The sexual assault problem in fencing

The other day a was frequenting and found a disturbing article from r/fencing on my front page ‘The sexual assault problem in fencing’. The author wrote that she is quitting the sport because sexual assault from coaches goes unaddressed.

I am not saying that this is a problem in Dutch fencing. Truthfully, I do not know. And that is part of the problem. As a community of fencers in the Netherlands, we should know. This is an issue too important not to. In 2017 the committee De Vries[1] issued a report indicating that 1 in 7 people were confronted with sexually inappropriate behavior in sports in the Netherlands. By those numbers, it is highly unlikely that it does not happen in fencing in general and our club in particular. In fact, the problem in fencing may be far bigger than that.

The Fencing Coach[2] has written an excellent three part blog on the subject. I recommend that you give it a read. He performed a survey among women in fencing and it yielded the following results:

Close to 60% of respondents know of someone who was sexually harassed or assaulted. An equal number was harassed or assaulted herself. 60% of them reported the incident. Incidentally, not only women are victims of sexual harassment or assault. In the ages 16 to 20, 30% of the victims are male, in the age over 20, 16% are males.1

The stereotype is an older male coach who hangs around young girls a bit too much. While this is a stereotype for a reason, it is only part of the story. The testaments from The Fencing Coach blog also report harassment of referees by other referees. Coaches harassing referees. Fencers making inappropriate comments to other fencers. The list goes on.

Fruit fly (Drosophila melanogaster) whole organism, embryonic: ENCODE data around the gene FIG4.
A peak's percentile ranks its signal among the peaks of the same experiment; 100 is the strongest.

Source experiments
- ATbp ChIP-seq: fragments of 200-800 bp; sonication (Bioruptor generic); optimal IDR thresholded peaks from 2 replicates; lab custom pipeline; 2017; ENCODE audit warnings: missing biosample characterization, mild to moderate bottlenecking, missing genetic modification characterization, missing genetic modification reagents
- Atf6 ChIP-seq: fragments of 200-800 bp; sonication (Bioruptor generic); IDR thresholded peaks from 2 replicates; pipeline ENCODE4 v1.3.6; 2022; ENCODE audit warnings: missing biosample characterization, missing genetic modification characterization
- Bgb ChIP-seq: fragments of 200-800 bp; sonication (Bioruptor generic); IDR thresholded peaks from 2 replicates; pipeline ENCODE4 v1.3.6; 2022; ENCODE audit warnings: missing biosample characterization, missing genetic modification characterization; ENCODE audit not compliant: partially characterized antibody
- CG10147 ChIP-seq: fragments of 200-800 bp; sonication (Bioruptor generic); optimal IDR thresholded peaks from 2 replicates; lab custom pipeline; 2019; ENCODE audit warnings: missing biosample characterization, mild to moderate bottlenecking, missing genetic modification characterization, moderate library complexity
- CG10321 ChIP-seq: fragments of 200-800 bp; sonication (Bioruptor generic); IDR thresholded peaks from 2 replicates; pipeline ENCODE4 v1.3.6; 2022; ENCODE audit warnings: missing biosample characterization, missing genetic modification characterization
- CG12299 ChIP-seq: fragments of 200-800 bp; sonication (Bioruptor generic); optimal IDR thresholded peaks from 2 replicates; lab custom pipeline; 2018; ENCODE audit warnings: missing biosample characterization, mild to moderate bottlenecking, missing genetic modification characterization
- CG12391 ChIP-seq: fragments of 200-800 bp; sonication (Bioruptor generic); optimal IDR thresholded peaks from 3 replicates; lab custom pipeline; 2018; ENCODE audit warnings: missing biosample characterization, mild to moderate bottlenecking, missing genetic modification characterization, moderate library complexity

When asked how they would handle the harassment or assault if it happened, most respondents to the Fencing Coach’s survey said that they would not know. Most had little to no faith in official channels, after all what have the authoroties done for them so far? Most women would go to their friends. Importantly, many reported a fear of repercussions should they report an incident. Either to them individually, or to the reputation of the team, or even the wider community.

For a moment I second guessed myself. Should I post this to our website? After all the website is our advertising space to draw new people to fencing and our club. The answer was yes, obviously, because self-censorship and silence will only make people who are confronted with these transgressions more alone. It is time to break that cycle. Transparency is the only way. As a club we need to have this talk and not wait until we are faced with an incident. As the Fencing Coach put it: “The burden is on the victims to come forward. Fear of retaliation or repercussions is real; however, as a community, we can make it easier for people to come forward with complaints by clearly outlining their options and providing avenues of support.”

If you have any questions regarding this topic or at any time feel that someone at the club did or said something that was inappropriate, feel free to contact any of the coaches or someone on the board that you feel comfortable talking with. If you would rather contact an independent person at the Radboud University you can reach them via